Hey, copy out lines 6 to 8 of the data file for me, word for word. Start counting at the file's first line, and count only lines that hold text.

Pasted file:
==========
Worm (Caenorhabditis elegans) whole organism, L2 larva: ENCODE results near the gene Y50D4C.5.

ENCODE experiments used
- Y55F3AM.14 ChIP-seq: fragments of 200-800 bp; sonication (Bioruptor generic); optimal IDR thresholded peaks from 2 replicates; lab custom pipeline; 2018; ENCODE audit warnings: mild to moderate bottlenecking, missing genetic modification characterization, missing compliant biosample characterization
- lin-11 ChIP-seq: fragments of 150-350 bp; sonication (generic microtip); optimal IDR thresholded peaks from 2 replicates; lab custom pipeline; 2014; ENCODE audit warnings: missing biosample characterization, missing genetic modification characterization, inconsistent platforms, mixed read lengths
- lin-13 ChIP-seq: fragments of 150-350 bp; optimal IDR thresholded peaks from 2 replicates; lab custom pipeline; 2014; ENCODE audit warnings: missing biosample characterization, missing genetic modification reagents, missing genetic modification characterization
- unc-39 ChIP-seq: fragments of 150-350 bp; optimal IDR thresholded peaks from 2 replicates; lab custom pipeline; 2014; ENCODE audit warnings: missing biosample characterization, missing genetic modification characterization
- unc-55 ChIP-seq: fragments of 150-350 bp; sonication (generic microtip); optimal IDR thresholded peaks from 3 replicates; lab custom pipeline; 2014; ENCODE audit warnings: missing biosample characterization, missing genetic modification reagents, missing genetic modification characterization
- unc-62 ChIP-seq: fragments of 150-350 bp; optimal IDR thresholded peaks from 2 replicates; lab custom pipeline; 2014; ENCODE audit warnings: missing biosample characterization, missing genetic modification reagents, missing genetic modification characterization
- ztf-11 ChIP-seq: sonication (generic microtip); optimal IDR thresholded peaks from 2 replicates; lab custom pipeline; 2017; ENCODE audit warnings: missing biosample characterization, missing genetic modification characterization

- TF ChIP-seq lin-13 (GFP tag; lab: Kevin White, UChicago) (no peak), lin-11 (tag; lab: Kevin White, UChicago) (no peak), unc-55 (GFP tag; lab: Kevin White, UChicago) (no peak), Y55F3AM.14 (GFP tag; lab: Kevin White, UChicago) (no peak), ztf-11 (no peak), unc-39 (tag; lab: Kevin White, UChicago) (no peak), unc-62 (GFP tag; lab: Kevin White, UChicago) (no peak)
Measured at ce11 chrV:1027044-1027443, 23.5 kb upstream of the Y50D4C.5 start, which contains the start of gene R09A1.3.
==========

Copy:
- unc-39 ChIP-seq: fragments of 150-350 bp; optimal IDR thresholded peaks from 2 replicates; lab custom pipeline; 2014; ENCODE audit warnings: missing biosample characterization, missing genetic modification characterization
- unc-55 ChIP-seq: fragments of 150-350 bp; sonication (generic microtip); optimal IDR thresholded peaks from 3 replicates; lab custom pipeline; 2014; ENCODE audit warnings: missing biosample characterization, missing genetic modification reagents, missing genetic modification characterization
- unc-62 ChIP-seq: fragments of 150-350 bp; optimal IDR thresholded peaks from 2 replicates; lab custom pipeline; 2014; ENCODE audit warnings: missing biosample characterization, missing genetic modification reagents, missing genetic modification characterization